Mēs pamanījām, ka izmanto vecāku Microsoft Internet Explorer versiju. Šī vietne ir optimizēta darbam ar Internet Explorer 9 un jaunākām versijām, tādēļ, lūdzu, apsver iespēju atjaunināt savu pārlūkprogrammu, lai varētu izbaudīt visas šī portāla funkcijas. Apmeklē Microsoft mājas lapu http://www.microsoft.com, lai lejupielādētu jaunāko Internet Explorer versiju.
Informācija par brīvprātīgā darba iespējām
Informācija par darbu, uzņēmējdarbību, praksēm un brīvdienu darbu
Izglītības un apmācības iespējas Eiropā
Ietekmē politiskos un sociālos lēmumus un piedalies strukturētā dialogā
Māksla un izklaide, zinātne un inovācija rokas stiepiena attālumā
Viss par tavu veselību, labklājību un sportu
Tavas tiesības būt drošībā un dienesti, kas par to rūpējas
Atklāj pasauli ārpus Eiropas
Praktiska informācija par ceļošanu Eiropā
Strādā un mācies
It is January 2013, and I have the post-exchange blues. I have left behind the hot and humid Deep South of the US, where I have spent the last semester, and returned home to be greeted by the grey Swiss winter. This is no time to wallow in self-pity, though. I have to focus on looking for some work experience for the end of my Master’s course. That said, it is hard to resist the thirst for discovery brought on by spending a few months Stateside. My mind is made up: my work experience will also be abroad! My mobility advisor at the University of Lausanne business studies faculty (HEC) confirms that I am eligible for an Erasmus placement. It is now up to me to set about finding one somewhere in Europe – but where exactly? I would love another visit to Uncle Sam, but my family are not keen for me to move such a long way away again. Paris seems like a good compromise. I see on the Internet that a niche perfume brand based there is looking for a marketing intern. Following a Skype interview, I get a positive response and head for the French capital at the beginning of February.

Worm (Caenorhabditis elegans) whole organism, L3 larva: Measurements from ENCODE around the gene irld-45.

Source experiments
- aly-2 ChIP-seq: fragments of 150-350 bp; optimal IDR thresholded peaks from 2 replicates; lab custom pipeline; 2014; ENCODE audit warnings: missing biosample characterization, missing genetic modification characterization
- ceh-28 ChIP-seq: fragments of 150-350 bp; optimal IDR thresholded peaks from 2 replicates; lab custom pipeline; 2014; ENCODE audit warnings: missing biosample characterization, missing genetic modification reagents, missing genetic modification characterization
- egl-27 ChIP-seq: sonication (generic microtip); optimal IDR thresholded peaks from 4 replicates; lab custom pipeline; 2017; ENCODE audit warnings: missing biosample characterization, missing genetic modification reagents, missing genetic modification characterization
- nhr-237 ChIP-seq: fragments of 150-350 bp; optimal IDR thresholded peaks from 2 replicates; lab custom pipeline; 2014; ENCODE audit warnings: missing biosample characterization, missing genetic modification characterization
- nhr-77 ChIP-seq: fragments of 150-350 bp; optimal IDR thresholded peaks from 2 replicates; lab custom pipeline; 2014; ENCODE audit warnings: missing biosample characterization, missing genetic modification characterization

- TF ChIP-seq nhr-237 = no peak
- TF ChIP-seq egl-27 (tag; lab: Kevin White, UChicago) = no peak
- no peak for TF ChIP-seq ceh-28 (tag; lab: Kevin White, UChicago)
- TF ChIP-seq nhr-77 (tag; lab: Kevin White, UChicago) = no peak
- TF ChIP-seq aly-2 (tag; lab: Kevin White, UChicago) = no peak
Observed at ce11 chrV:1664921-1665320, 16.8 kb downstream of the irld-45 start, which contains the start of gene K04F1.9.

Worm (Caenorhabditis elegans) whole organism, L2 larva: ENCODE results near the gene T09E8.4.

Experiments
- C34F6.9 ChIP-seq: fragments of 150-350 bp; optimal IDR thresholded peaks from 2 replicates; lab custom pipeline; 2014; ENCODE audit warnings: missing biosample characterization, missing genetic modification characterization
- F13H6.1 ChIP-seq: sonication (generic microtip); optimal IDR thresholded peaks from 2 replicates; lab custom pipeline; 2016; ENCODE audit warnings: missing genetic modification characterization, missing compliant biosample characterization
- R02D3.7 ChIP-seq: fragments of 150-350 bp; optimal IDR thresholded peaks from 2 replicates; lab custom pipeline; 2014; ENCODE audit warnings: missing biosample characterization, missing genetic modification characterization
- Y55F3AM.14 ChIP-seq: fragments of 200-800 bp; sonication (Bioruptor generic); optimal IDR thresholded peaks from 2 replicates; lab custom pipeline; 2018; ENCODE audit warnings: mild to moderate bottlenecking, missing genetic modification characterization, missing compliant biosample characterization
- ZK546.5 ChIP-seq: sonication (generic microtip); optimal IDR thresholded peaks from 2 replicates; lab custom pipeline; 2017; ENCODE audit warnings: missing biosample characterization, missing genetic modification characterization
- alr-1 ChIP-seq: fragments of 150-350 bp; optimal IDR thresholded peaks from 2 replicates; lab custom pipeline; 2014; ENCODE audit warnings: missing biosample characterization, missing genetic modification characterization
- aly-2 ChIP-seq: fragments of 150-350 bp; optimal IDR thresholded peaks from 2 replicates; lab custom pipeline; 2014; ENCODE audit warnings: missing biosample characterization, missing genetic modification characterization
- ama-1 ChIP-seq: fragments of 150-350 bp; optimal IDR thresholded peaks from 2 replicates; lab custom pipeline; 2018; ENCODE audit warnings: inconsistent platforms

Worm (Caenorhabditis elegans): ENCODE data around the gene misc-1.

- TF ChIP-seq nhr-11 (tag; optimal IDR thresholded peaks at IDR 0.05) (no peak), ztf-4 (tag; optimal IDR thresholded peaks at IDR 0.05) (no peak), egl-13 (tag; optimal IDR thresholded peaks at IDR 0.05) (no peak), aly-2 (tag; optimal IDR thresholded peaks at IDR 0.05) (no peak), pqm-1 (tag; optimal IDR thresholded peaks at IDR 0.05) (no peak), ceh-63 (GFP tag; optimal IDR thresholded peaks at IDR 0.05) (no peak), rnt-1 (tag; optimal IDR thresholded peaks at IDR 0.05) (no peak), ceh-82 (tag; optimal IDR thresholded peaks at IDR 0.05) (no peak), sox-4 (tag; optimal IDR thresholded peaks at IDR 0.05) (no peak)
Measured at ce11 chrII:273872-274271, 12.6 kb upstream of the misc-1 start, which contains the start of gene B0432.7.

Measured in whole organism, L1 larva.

I feel at home right from the start. I am given a wide range of tasks, from order management and customer relations to sales follow-up and web communications. Speaking the language obviously makes things much easier – perhaps even a little too easy. Luckily, I find challenges elsewhere. Dealing with bureaucracy, finding an apartment, writing a Master’s thesis and maintaining a balanced social life are not always easy when working in a foreign country.
Time has flown by. It is now five months since I slotted into a small and dynamic team that introduced me to the world of luxury goods and business. During these five months, I have learned what resourcefulness and determination really mean on a daily basis. As an intern and thus no longer a student, you are left to your own devices a lot more than on an academic exchange. Information on available internships and the hurdles you have to overcome to get one is hard to come by, but I would still advise against using agencies that specialise in foreign placements. Their services are very expensive, and above all it is ridiculous to think that an experience like this is something you can buy. All the same, you should not hesitate to take the leap. Do the research yourself, even if it takes a while to find your way around, because perseverance pays off, and every new experience opens doors. For me, this means another internship – this time in Germany!